AH: Cinema is life! [Laughs.] So, my sympathies in this movie really do lie with everyone. It’s been a wonderful ongoing conversation about this movie. Somebody said today, “Would you describe this as a feminist movie?” And what we settled on is that the existence of this movie is feminist, but the movie itself isn’t actually about that. One of the things I think you’re seeing is Gloria has this inner strength and inner confidence because of who she is, but also we can’t discount the fact that she has probably been told her whole life that she can do anything. She was probably told that especially because she was a girl, and you can’t overlook the fact that Oscar probably wasn’t told that. It was just understood that he could do anything because he was a guy and it didn’t need to be overtly stated. So when things don’t work out for him, he takes it down to a really dark place. I think we’re seeing that play out in the world right now. I don’t think the key is to stop telling Gloria that she can do anything; I think it’s to start telling Oscar that he can, too.

JS: Or that he can do something else.

AH: Yeah, and also that the world no longer owes you anything, and it never did, and that was a construct. That’s probably a really tough thing to swallow, but for everybody else who has never expected anything from the world, we’re just like, “Well, welcome to the human race.”

JS: “Welcome to Earth.” Yeah, I feel like I’ve been variations of each character. And then when you play someone like Oscar, or at least when I do, you can’t judge it. For lack of a better way of putting it, I know the punchline. I didn’t feel like Oscar changed. He was the same at the beginning that he was at the end ― it’s just that the audience doesn’t know that. Things are revealed that have been in motion for years and years and years. That toxicity may have very well been inherited, but we don’t know, which is nice because I would hate to have it forgiven. We’ve all got shit. We’ve all got baggage in the way of our intuition, and the more often you can clean it up and fold the clothes with it and put the bag in storage, the more in touch with your intuition you’d be.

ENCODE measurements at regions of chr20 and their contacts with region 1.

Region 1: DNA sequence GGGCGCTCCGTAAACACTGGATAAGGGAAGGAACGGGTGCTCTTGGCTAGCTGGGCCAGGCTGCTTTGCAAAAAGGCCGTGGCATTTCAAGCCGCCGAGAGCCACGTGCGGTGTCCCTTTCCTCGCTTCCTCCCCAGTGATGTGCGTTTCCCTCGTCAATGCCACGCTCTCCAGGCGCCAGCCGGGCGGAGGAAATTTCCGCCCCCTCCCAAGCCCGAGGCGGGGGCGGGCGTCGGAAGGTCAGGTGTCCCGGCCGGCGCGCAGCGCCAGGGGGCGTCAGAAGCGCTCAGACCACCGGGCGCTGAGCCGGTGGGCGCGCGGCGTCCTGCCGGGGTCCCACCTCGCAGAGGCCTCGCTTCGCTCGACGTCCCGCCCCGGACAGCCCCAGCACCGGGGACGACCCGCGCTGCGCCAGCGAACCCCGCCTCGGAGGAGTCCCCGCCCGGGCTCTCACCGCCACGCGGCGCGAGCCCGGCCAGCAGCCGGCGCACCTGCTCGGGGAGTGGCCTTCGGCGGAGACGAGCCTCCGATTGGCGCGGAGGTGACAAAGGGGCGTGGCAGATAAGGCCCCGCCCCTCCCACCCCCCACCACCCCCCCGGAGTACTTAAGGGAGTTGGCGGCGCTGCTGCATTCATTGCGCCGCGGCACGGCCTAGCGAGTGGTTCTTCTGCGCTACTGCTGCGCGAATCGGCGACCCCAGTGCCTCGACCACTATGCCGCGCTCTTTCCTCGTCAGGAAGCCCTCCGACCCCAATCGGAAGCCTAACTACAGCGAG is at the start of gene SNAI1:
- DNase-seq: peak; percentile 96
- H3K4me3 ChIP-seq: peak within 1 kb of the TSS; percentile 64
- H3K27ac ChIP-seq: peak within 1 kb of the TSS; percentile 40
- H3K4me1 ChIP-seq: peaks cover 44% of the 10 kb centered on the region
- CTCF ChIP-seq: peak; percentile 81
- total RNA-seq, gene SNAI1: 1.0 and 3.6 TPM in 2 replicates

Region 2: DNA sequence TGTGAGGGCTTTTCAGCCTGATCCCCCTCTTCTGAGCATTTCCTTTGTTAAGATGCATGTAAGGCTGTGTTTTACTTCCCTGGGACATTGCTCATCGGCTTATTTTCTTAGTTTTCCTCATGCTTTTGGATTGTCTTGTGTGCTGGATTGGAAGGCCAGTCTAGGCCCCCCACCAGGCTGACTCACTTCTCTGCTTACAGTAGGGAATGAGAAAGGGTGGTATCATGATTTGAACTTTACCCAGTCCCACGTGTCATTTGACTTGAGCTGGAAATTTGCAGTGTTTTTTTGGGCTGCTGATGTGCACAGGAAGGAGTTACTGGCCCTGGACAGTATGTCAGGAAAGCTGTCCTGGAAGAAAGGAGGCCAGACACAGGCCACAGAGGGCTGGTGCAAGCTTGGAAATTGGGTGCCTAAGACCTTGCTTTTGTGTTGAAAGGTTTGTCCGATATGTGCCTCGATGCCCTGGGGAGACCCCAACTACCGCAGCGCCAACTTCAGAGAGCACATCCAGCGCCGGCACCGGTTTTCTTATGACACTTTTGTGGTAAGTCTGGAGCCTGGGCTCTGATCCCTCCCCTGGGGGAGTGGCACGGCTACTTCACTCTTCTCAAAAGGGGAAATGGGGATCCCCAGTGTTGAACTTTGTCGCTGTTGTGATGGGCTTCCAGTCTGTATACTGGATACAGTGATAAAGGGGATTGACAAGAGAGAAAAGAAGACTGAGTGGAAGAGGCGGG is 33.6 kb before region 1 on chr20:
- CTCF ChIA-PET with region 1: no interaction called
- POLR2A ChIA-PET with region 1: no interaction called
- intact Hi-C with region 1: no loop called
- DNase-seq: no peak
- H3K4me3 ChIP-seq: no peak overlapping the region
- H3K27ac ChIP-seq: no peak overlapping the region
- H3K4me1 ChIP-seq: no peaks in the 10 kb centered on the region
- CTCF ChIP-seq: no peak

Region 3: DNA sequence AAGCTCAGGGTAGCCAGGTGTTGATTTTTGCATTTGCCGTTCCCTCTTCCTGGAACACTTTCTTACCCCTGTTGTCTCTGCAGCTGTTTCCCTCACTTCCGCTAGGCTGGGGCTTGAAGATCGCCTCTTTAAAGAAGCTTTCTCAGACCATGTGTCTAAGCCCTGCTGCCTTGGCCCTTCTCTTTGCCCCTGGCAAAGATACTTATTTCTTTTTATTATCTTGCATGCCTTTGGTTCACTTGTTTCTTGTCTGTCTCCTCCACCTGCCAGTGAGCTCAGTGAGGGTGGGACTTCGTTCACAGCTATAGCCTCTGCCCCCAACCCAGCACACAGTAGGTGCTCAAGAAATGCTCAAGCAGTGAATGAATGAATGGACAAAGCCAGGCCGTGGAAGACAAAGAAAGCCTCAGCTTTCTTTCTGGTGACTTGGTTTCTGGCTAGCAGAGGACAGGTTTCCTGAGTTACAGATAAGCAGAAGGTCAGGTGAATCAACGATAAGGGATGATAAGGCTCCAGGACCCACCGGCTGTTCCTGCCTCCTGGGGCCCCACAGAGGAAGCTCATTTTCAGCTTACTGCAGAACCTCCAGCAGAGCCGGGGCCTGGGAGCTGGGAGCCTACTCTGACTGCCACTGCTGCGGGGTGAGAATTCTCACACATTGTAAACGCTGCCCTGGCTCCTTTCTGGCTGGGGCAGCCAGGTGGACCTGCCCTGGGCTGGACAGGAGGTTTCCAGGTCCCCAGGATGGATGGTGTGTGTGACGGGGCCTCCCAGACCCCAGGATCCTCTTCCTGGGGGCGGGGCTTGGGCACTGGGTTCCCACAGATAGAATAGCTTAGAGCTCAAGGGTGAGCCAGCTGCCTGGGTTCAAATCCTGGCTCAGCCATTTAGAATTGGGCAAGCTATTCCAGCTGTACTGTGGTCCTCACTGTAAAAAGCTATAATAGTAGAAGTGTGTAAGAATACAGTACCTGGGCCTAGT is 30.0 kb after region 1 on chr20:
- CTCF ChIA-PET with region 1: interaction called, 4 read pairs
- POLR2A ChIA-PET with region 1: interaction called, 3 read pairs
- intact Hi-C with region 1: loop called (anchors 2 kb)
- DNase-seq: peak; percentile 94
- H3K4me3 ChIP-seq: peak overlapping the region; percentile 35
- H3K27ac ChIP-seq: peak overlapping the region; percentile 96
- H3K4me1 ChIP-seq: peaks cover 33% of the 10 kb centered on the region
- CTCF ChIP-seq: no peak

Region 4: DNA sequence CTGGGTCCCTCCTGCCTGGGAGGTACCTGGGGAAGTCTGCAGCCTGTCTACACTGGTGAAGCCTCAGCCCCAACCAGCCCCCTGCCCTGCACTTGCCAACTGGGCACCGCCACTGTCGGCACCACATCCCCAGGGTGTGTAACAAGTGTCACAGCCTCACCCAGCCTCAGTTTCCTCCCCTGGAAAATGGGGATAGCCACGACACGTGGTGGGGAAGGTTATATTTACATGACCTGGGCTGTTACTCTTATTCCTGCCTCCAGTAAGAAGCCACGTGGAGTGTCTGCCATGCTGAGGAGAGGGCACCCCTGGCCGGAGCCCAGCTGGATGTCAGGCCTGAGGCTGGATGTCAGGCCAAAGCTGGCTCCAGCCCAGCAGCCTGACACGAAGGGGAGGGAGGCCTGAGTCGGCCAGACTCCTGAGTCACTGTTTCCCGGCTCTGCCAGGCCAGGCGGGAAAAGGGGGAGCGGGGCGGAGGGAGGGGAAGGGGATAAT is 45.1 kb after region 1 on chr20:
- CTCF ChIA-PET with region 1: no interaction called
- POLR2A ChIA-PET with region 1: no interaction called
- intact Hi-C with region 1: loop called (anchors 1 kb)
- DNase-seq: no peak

Anne, in thinking about Gloria and your character in “Rachel Getting Married,” and as a public figure yourself who has to put on a certain air when you’re not behind closed doors, do you find a certain power in playing characters who don’t have it together?

AH: Well, I identify with them. Without stating a preference, it’s just a matter of identification. I identify with Gloria more closely than I identity with Jules Ostin from “The Intern.” Jules always felt like this lovely, lovely woman to me, and I was so, in a way, relieved at the end when it turns out that her life is falling apart.

For me, the thing about this movie that I love is how it plays with preconceived notions that you have coming into it. Earlier, two people in a row described her as a mess. “She’s a mess, she’s a mess.” And the word “mess” just denoted a finality to me. And then somebody else came in and said she’s struggling, and I really appreciated the specificity of the word that she chose, because I’ve struggled. My God, sometimes I’ll have a great month and then there’s that five hours in which everything falls apart, and then the ship rights itself. And sometimes it’s the opposite, where you have a whole month or more where everything has absolutely gone to pieces but you’re able to get it together for those three hours that you really need to have your life together, you know? We’ve all been that person. Some mornings you wake up and you meditate; some mornings you wake up and you’re hungover. We’re all all sorts of things, and I don’t feel a responsibility to represent that ― I’m just so relieved when I find it. It reinforced the experience I’m having as a human being, that we’re all contradictions and that we’re not only ever one thing.